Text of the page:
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Chasing pikas in Big Cottonwood Canyon

Published August 27, 2013 9:35 am

Utahns join project to catalogue tiny pikas in Big Cottonwood Canyon.
This is an archived article that was published on sltrib.com in 2013, and information in the article may be outdated. It is provided only for personal research purposes and may not be reprinted.

Brighton • Pikas have been Carvel Harward's hiking buddies for years. He enjoys trying to spot the timid, but sometimes loud, creatures among the high-elevation rock fields he visits frequently.

After years of looking for the small mammals casually, Harward took the opportunity to join a new citizen science project to count pikas in Big Cottonwood Canyon.

"Throughout my life I have frequented pika territory. It is where I like to be in general. This is an opportunity to do something that might help pikas and the welfare of the ecosystems," Harward said after attending a pika survey field trip near Twin Lakes.

The trip was set up by the Utah Environmental Congress after a member of the board of directors suggested that the nonprofit environmental and wildlife group follow the lead of a similar project in Montana.

"She suggested last spring that UEC do some pika surveys as good field trips for our members and supporters," said Bob Brister, membership coordinator with the Utah Environmental Congress. "We intend to collect good data for the pika surveys to add to the work others are doing in the West. In addition to the data, we are engaging Utahns in meaningful research that may be helpful for the conservation of this species imperiled by warming climate."

American pikas, the smallest member of the rabbit family, live in the highest elevations of the western United States.

They are extremely sensitive to heat and may die in sustained periods of air 80 degrees and higher.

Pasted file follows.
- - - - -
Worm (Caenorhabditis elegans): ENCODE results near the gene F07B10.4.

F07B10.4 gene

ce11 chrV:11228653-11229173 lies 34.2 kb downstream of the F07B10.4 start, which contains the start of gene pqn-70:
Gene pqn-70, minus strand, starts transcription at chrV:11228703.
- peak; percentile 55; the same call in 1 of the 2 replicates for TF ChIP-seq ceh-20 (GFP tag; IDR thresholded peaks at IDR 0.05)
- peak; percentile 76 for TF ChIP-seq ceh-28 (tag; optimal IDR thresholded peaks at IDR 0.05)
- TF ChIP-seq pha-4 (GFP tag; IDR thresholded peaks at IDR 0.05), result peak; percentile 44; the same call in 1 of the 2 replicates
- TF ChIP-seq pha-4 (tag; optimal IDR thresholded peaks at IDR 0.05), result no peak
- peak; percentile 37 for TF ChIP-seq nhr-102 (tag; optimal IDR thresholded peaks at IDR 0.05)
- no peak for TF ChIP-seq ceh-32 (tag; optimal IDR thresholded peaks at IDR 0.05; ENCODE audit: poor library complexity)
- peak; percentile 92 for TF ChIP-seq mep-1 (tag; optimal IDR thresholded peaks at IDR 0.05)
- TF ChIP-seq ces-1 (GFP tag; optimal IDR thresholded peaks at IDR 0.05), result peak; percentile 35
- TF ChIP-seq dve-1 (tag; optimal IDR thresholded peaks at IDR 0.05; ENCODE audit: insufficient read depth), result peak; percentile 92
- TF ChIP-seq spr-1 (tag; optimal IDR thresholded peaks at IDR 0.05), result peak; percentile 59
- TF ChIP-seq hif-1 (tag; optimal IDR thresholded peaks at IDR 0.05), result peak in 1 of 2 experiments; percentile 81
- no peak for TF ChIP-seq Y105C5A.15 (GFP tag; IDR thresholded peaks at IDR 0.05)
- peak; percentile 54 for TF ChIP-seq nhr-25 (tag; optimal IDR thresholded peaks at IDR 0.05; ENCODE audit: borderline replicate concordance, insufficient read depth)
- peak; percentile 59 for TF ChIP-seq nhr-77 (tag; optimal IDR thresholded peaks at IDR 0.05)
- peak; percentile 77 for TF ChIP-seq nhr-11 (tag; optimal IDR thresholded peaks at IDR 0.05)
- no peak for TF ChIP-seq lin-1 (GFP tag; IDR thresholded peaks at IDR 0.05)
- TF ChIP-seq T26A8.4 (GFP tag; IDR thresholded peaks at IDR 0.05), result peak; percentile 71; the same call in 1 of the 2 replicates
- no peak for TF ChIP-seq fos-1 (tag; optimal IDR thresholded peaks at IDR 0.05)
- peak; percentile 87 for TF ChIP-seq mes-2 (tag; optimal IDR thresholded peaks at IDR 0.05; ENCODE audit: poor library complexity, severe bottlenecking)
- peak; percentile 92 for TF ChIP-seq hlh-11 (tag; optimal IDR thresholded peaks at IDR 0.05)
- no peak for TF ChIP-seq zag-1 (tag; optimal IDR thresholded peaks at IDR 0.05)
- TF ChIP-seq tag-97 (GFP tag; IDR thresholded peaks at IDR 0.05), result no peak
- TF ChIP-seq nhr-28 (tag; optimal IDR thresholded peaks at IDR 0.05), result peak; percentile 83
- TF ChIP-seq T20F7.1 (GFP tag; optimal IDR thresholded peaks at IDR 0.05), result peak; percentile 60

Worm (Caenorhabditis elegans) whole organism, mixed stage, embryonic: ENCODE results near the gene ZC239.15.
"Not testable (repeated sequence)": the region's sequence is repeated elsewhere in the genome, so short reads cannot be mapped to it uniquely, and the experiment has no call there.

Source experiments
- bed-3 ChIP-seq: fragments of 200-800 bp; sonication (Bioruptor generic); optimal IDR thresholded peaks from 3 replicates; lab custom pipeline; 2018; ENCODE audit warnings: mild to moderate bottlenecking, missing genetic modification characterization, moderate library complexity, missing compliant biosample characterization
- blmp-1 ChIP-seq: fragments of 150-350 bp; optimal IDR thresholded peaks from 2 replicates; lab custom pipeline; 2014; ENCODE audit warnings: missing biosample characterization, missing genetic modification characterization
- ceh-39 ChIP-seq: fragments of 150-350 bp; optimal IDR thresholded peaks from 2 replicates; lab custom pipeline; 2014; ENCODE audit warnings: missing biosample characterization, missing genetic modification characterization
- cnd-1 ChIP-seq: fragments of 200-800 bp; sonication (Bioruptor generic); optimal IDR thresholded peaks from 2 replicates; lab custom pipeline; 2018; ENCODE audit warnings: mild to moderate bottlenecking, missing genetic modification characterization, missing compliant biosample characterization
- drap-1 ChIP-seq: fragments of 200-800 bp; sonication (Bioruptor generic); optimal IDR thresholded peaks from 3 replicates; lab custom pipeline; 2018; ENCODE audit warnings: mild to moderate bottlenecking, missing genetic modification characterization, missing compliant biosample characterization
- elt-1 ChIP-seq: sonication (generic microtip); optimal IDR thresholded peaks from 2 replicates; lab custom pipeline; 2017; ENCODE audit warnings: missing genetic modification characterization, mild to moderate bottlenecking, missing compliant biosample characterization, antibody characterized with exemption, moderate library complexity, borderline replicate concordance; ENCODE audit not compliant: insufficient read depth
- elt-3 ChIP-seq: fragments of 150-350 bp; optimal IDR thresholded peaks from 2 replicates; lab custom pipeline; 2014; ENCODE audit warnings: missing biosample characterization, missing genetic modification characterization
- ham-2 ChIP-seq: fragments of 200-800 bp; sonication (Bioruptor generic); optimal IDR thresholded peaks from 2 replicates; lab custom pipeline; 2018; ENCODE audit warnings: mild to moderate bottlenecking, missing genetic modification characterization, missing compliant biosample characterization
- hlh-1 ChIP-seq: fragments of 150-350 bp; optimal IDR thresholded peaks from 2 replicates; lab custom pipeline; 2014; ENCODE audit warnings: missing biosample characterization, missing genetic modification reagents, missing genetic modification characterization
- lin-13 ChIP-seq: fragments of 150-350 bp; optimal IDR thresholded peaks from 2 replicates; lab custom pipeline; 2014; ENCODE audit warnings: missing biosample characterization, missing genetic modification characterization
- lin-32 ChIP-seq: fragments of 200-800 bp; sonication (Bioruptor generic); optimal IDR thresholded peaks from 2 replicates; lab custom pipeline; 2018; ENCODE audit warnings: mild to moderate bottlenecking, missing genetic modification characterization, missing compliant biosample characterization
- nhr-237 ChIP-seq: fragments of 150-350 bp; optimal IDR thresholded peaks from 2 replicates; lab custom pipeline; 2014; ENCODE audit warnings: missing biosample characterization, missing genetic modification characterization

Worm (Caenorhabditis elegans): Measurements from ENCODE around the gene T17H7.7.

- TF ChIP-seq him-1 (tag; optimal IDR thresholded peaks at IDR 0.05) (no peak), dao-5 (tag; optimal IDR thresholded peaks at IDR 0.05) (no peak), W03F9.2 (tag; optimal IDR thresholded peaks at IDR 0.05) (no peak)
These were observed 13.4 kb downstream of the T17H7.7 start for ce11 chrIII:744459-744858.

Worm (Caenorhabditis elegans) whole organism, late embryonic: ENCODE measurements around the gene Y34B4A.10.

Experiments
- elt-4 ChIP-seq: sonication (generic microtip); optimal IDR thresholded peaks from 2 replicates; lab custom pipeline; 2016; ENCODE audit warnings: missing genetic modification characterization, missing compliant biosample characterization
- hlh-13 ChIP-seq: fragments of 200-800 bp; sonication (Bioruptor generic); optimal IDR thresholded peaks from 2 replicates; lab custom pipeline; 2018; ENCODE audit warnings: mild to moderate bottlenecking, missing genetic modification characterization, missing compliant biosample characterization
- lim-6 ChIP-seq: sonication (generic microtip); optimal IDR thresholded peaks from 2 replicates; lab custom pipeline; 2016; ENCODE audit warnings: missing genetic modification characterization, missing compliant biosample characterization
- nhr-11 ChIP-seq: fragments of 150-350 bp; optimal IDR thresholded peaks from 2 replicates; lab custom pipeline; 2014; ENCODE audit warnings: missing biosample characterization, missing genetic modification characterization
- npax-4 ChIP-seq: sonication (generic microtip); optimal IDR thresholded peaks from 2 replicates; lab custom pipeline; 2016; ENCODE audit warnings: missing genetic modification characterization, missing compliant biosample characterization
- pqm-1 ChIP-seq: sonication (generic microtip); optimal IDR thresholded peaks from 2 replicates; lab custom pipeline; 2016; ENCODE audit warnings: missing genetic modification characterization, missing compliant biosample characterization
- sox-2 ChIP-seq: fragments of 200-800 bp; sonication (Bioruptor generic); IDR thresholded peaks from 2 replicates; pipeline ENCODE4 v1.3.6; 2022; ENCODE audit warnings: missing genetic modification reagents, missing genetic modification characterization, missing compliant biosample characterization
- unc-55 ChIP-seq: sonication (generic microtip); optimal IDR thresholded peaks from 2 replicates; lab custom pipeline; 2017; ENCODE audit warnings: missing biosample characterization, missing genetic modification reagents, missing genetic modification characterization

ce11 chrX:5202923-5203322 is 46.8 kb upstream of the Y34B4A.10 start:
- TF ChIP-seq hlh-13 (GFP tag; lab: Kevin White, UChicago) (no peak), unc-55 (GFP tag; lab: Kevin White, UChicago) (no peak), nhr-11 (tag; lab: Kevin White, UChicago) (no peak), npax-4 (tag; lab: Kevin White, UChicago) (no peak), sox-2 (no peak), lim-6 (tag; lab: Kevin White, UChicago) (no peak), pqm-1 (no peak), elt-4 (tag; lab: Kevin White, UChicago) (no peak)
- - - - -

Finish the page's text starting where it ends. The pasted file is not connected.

Brister reported that a group of volunteers ranging from seniors to 10-year-olds counted five and heard six pikas last weekend. Pikas can be hard to spot as they dart in and out of the rocks on the talus slopes where they reside. They are more easily heard, issuing a warning call when visitors are in the neighborhood. UEC is leading another pika survey in the Twin Lakes area this Sunday.

Kim Hersey, a native terrestrial biologist for the Utah Division of Wildlife Resources, said pika monitoring programs across the state show the mammals seem to exist everywhere records indicated they were historically.

"They are a critter we are concerned about, but so far data hasn't shown any specific problem," she said. "Having more boots on the ground and more eyes out there doesn't hurt. We welcome any data they are willing to share."

Wildlife biologists have plots in pika habitat on mountain ranges around the state, including at least two at the top of Big Cottonwood Canyon.

With the exception of the west desert ranges, four of the five subspecies of pikas can be found in Utah from the Bear River Mountains in the north to the La Sal Mountains in the south and even the Lava Point Area of Zion National Park.

Pikas are listed as a Tier III species on the Utah Comprehensive Wildlife Conservation Strategy developed in 2005.

The ranking means pikas are species of "conservation concern because they are linked to an at-risk habitat, have suffered marked population declines, or there is little information available regarding the ecology or status of the species."

Hersey said field work involving pikas is some of her favorite work.

"They live in beautiful areas and, from a personal aspect, they are one of the cutest animals out there," she said. "They are also incredibly charismatic for being such tiny animals."

The last state pika survey, basically tracking presence and absence, completed in 2011 showed pikas present at slightly more sites than in 2008, according to Hersey, who pointed out that two surveys do not constitute a trend.

If there is a trend developing, particularly in Big Cottonwood Canyon, Brister is hoping UEC contributes to its documentation.

"By taking part in research and observing pika first hand, people will have an experiential and personal connection to an animal being affected by climate warning and thus be more attuned to the need to address climate change issues," Brister said. "People who learn of the pika surveys find out about the climate change threat to wildlife in our own Wasatch Mountain 'backyard.' "

brettp@sltrib.com

Twitter: @BrettPrettyman —

Count pikas in Big Cottonwood

The Utah Environmental Congress is leading a group of volunteers on a pika survey field trip near Twin Lakes in Big Cottonwood Canyon Sunday. The group will use smart phones and GPS units to record the locations and numbers of pikas spotted. Call UEC at 801-466-4055 or email bob@uec-utah.org for information about participating in the survey.